The UN Human Rights Council issued a report last year with 90 recommendations that Bhutan could implement if it were serious about addressing these civil rights violations and Bhutan instantly indicated a willingness to address 70 of these recommendations. Unfortunately left out of consideration were civil rights violations against Christians and women. From a report from The Diplomat:
“The citizenship ID cards the Ministry of Home and Cultural Affairs issues to them contain seven categories. Category 1 is for “genuine Bhutanese citizens.” Category 2 is for southerners who left Bhutan once and then returned; 3 is for those who were not around when the 1988 census was held; 4 refers to non-national women married to Bhutanese men, and their children; 5 is for non-national men married to Bhutanese women, and their children; 6 is for legally adopted children. And category 7 would mean the card holder is a non-national.Holders of cards in categories other than 1 and 4 normally do not get the security clearance required for a passport. They cannot get voter ID cards either, which mean they cannot vote. Worse, those who carry category 7 cards, or fall in that category – and there are significant numbers of them – cannot get admission into schools or get government or corporate jobs. They find it difficult to travel even within the country – they get a ‘route permit’ for restricted domestic travel.”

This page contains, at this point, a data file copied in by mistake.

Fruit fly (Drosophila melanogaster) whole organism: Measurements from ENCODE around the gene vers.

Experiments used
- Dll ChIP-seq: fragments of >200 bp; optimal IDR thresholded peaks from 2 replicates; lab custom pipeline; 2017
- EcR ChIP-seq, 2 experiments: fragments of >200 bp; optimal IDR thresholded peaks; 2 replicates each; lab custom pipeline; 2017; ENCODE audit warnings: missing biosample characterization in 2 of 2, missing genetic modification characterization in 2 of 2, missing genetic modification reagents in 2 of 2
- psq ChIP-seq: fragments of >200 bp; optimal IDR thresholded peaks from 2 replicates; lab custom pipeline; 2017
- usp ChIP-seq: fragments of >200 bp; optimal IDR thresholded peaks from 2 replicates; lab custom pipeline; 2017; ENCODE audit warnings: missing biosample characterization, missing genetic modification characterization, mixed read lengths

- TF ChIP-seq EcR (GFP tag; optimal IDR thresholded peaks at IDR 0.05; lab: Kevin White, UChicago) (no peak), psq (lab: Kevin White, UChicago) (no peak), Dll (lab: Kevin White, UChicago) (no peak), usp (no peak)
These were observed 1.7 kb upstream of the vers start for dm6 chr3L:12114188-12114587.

What’s more, while Bhutan allows freedom of religion, it does not allow Christians for form any kind of organization, so there are no churches, no Christian book stores or Christian schools in Bhutan. These are clearly serious civil rights violations, all the more reprehensible when they occur in a country that is heralded for advancing such a compassionate, forward-thinking system as the Gross National Happiness index. Click here to read much more about Bhutanese civil rights violations.